And pray that there's intelligent life somewhere up in space,
'Cause there's bugger all down here on Earth.

After hearing this song, Mrs. Brown replies, “Makes you feel so, sort of, insignificant, doesn't it?” and then agrees to have her liver removed.

The second is from the religious philosopher, D.Z. Phillips. In his book, The Problem of Evil and the Problem of God¸ D.Z. looks at different theodicies (or explanations of the problem of evil – why do bad things happen?) and questions the common notion that the world and our lives in it were specifically crafted for us individually. He says:

[T]he chief use of suffering is to teach us that we are nothing. . . . To recognize that one is nothing, is to recognize that one is not the centre of the universe. The ‘I’ is not sacrosanct, immune from harm. The world can reach out and touch it at any moment. Nor is the ‘I’ the possessor of a cosmic right that will guarantee that things go in its favour.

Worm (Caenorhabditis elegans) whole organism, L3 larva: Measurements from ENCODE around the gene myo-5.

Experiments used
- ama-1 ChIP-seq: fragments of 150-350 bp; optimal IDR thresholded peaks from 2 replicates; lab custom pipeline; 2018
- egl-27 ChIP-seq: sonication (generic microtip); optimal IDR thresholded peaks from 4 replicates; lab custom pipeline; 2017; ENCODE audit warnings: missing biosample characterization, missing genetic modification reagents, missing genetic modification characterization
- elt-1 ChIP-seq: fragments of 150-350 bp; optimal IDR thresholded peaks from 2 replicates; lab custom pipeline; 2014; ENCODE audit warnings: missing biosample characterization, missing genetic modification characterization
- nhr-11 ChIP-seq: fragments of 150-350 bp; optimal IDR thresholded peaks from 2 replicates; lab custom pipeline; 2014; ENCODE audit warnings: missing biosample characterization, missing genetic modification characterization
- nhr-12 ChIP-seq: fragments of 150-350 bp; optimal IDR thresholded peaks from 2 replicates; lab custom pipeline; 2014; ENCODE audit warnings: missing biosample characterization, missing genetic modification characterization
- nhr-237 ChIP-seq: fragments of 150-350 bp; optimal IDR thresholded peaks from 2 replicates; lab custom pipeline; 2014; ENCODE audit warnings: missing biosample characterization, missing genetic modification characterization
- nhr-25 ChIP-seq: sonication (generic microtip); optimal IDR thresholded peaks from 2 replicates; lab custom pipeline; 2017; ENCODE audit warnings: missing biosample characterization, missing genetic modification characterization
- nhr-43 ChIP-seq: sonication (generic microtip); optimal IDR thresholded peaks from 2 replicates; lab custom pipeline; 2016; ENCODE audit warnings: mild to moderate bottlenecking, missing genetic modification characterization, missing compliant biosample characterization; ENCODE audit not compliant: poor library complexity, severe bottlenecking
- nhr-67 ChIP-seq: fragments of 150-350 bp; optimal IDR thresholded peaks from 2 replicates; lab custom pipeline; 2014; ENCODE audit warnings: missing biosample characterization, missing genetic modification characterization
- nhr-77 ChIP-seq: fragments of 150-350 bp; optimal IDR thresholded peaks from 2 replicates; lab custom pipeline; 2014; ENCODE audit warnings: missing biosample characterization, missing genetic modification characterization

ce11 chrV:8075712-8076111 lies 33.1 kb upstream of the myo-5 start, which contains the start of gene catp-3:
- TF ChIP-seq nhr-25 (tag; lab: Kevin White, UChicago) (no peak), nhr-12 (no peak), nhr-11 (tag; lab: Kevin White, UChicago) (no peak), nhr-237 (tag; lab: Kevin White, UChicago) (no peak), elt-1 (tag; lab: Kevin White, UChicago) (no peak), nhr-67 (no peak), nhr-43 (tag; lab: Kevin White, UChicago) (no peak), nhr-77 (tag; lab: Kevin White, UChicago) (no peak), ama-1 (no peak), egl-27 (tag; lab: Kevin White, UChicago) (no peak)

Let’s go back to Moses now. God tells him that his creations are endless and that he is going to show Moses just one part of it. Moses then sees the world and every person on it. Like Mrs. Brown, suddenly he is insignificant, he is nothing. He is merely a single grain in an eternal beach of sand. Moses came to the stark realization that the universe was not created just for him and he certainly is not the center of it. To make things even worse, the scriptures say that after having this vision, “the presence of God withdrew from Moses, that his glory was not upon Moses; and Moses was left unto himself.” Moses was suddenly small, insignificant, and alone. Perhaps he also said to himself, just like the young woman, “Sometimes I am not sure who I am. I don’t feel Heavenly Father’s love. My life seems hard. Things are not turning out the way I wanted, hoped, and dreamed they would.”